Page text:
During Romney’s brief flirtation with a third run, he shocked those of us who remembered his sick joke about human-caused climate change at the 2012 Republican National Convention by once again acknowledging that he agreed with the scientific verdict on human-caused climate change—an acknowledgment that earned him a stern rebuke from wingnuts such as Rush Limbaugh.
If Romney is sincere (I know, I know…) in his view that human-caused climate change is a threat, he’d be wise to join Tom Steyer, Michael Bloomberg and fellow Republican Henry Paulson in their efforts to highlight the risks climate change will inflict upon our economy if carbon emissions are not reduced sharply. As the New York Times noted several days ago, when the executive chairman of Cargill recognizes that climate change will be a disaster for the private sector, you know things are serious:
It was 8 degrees in Minneapolis on a recent January day, and out on Interstate 394, snow whipped against the windshields of drivers on their morning commutes. But inside the offices of Cargill, the food conglomerate, Greg Page, the company’s executive chairman, felt compelled to talk about global warming.
“It would be irresponsible not to contemplate it,” Mr. Page said, bundled up in a wool sport coat layered over a zip-up sweater. “I’m 63 years old, and I’ve grown up in the upper latitudes. I’ve seen too much change to presume we might not get more.”
Mr. Page is not a typical environmental activist. He says he doesn’t know — or particularly care — whether human activity causes climate change. He doesn’t give much serious thought to apocalyptic predictions of unbearably hot summers and endless storms.
But over the last nine months, he has lobbied members of Congress and urged farmers to take climate change seriously. He says that over the next 50 years, if nothing is done, crop yields in many states will most likely fall, the costs of cooling chicken farms will rise and floods will more frequently swamp the railroads that transport food in the United States. He wants American agribusiness to be ready.
Mr. Page is a member of the Risky Business Project, an unusual collection of business and policy leaders determined to prepare American companies for climate change. It’s a prestigious club, counting a former senator, five former White House cabinet members, two former mayors and two billionaires in the group. The 10 men and women who serve on the governing committee don’t agree on much. Some are Democrats, some Republicans.
Even when it comes to dealing with climate change, they have very different perspectives. Some advocate a national carbon tax, some want to mandate companies to disclose their climate risks. Mr. Page suggests that the world may be able to get by without any mandatory rules at all. Some members want to push investors to divest from fossil fuel companies. Several favor construction of the Keystone XL pipeline, while one member has spent more than $1 million lobbying to stop it. But they all do agree on one issue: Shifts in weather over the next few decades will most likely cost American companies hundreds of billions of dollars, and they have no choice but to adapt.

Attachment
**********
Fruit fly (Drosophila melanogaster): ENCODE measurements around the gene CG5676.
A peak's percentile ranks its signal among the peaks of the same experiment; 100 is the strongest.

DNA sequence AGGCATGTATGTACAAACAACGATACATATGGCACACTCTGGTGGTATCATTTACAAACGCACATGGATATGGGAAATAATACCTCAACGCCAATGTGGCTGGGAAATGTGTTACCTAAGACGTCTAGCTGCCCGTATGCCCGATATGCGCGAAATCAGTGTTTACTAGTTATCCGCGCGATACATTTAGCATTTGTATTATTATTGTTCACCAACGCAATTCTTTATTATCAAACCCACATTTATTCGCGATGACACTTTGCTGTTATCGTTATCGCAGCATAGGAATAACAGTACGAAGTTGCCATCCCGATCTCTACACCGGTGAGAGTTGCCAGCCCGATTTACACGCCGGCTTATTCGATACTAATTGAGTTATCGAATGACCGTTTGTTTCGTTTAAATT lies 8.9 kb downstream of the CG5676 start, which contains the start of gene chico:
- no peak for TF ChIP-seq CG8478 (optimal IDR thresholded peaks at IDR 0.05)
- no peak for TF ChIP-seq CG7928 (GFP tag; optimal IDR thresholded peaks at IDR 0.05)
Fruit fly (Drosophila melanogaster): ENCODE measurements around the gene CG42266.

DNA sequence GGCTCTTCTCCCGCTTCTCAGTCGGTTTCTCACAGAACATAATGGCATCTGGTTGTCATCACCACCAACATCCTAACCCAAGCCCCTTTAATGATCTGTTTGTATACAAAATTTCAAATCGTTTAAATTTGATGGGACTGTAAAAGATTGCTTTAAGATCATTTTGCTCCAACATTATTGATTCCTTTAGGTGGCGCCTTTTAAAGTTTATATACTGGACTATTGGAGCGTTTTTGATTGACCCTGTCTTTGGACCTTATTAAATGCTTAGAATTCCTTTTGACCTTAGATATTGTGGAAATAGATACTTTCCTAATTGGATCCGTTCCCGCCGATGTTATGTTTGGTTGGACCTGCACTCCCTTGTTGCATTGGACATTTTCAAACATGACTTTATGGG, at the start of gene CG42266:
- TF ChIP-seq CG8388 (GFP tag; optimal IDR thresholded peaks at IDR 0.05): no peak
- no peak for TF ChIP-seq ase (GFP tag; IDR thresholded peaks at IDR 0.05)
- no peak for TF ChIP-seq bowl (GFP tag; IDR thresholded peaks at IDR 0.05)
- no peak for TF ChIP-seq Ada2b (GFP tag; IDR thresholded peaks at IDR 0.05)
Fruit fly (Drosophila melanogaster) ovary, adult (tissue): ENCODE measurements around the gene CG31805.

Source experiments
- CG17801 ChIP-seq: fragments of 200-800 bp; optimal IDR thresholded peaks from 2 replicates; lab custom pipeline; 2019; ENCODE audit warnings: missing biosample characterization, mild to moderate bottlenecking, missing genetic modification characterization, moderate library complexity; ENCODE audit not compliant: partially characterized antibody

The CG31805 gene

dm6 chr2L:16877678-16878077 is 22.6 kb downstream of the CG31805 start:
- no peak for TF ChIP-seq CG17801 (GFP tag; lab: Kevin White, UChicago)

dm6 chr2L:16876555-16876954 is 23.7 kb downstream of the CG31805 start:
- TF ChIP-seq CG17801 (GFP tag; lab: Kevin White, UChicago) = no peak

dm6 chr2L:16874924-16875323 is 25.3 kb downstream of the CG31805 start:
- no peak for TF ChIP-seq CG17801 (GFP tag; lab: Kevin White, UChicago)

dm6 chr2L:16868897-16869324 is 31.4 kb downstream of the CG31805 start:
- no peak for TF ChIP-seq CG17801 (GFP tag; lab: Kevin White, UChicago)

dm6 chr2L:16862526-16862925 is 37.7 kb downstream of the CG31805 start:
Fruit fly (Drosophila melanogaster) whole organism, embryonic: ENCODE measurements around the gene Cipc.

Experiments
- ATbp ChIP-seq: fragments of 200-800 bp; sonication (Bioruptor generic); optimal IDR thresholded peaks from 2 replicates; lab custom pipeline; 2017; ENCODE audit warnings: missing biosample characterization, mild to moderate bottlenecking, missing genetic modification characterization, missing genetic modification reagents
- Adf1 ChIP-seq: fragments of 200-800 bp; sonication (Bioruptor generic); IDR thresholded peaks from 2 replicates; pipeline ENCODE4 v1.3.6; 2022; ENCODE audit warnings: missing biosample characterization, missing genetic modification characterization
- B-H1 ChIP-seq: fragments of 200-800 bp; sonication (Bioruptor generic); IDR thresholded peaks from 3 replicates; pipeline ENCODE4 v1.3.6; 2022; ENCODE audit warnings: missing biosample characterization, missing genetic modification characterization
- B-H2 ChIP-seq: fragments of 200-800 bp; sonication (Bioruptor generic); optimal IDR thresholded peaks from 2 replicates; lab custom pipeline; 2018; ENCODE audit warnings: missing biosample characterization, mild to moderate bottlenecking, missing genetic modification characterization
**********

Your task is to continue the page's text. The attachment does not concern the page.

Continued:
At the beginning of his tenure as governor of Massachusetts, Romney clearly recognized the threat posed by carbon pollution; as the Times observed in 2012, Romney “populated his Massachusetts administration with environmentalists, including one, Gina McCarthy, who now runs the clean air division of the Environmental Protection Agency under President Obama. He railed against the ‘Filthy Five,’ high-polluting power plants in the state. He issued a ‘climate protection plan’ and lauded it as ‘among the strongest in our nation.’ Under his direction, Massachusetts helped create a regional cap-and-trade program — anathema to most Republicans — intended to cut the greenhouse gas emissions that scientists believe cause global warming.”
As his tenure drew to a close–and as Romney prepared for his first presidential bid–Romney pulled Massachusetts out of the Regional Greenhouse Gas Initiative, a decision thankfully reversed by his successor, Deval Patrick. Romney’s decision failed to improve his chances in the 2008 Republican primary–and his disavowal of climate science in October 2011 struck the electorate as profoundly shortsighted a year later.
A little over a year after he lost to Obama, Romney himself subtly acknowledged this most inconvenient truth. In a January 2014 speech at the TD Ameritrade Inc. National Conference in Orlando, Florida, Romney remarked that climate change “…is a Democrat issue, but I think it’s an issue for both parties…If you think global warming is just in America, it’s not just America. There needs to be a global understanding and a real global effort. There’s no global effort whatsoever.”
Of course, those remarks were made before President Obama struck a climate deal with China, and before the United Nations Climate Change Conference in Lima, Peru made tangible progress towards a global climate agreement that will likely be signed in December 2015 in Paris. With 2014 officially the hottest year on record worldwide, it’s become clear that the arguments against taking strong action to curb carbon pollution are intellectually invalid, no matter how often those arguments are repeated in the House and Senate.
Romney could regain a lot of respect by joining Steyer, Bloomberg and Paulson in their Risky Business effort, and promoting the views of his longtime economic advisor Gregory Mankiw—who has long recommended a federal revenue-neutral carbon tax as the best way to reduce emissions in an economically efficient manner. Who knows? The campaign to protect our atmosphere for future generations is one he could actually win.